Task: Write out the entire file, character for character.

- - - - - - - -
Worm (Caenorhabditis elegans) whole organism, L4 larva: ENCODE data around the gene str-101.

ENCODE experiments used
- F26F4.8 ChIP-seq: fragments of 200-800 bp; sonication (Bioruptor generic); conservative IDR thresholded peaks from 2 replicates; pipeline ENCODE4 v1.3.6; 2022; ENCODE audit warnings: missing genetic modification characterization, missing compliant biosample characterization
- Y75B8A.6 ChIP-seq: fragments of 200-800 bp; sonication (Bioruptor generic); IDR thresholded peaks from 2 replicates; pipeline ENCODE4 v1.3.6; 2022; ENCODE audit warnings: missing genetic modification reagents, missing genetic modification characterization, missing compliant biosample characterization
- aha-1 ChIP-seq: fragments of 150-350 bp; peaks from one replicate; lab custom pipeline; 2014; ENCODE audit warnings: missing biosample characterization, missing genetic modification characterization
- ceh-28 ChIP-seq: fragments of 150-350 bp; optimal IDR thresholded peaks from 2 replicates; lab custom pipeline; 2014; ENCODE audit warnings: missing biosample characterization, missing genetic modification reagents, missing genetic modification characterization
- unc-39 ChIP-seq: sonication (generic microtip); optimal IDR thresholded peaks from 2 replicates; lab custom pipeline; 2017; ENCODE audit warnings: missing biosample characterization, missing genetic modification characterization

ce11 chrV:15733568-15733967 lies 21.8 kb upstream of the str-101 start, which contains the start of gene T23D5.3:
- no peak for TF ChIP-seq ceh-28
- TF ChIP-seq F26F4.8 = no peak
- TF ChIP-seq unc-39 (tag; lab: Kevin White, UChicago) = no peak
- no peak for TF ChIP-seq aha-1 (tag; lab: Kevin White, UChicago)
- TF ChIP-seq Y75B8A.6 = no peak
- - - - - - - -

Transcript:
Worm (Caenorhabditis elegans) whole organism, L4 larva: ENCODE data around the gene str-101.

ENCODE experiments used
- F26F4.8 ChIP-seq: fragments of 200-800 bp; sonication (Bioruptor generic); conservative IDR thresholded peaks from 2 replicates; pipeline ENCODE4 v1.3.6; 2022; ENCODE audit warnings: missing genetic modification characterization, missing compliant biosample characterization
- Y75B8A.6 ChIP-seq: fragments of 200-800 bp; sonication (Bioruptor generic); IDR thresholded peaks from 2 replicates; pipeline ENCODE4 v1.3.6; 2022; ENCODE audit warnings: missing genetic modification reagents, missing genetic modification characterization, missing compliant biosample characterization
- aha-1 ChIP-seq: fragments of 150-350 bp; peaks from one replicate; lab custom pipeline; 2014; ENCODE audit warnings: missing biosample characterization, missing genetic modification characterization
- ceh-28 ChIP-seq: fragments of 150-350 bp; optimal IDR thresholded peaks from 2 replicates; lab custom pipeline; 2014; ENCODE audit warnings: missing biosample characterization, missing genetic modification reagents, missing genetic modification characterization
- unc-39 ChIP-seq: sonication (generic microtip); optimal IDR thresholded peaks from 2 replicates; lab custom pipeline; 2017; ENCODE audit warnings: missing biosample characterization, missing genetic modification characterization

ce11 chrV:15733568-15733967 lies 21.8 kb upstream of the str-101 start, which contains the start of gene T23D5.3:
- no peak for TF ChIP-seq ceh-28
- TF ChIP-seq F26F4.8 = no peak
- TF ChIP-seq unc-39 (tag; lab: Kevin White, UChicago) = no peak
- no peak for TF ChIP-seq aha-1 (tag; lab: Kevin White, UChicago)
- TF ChIP-seq Y75B8A.6 = no peak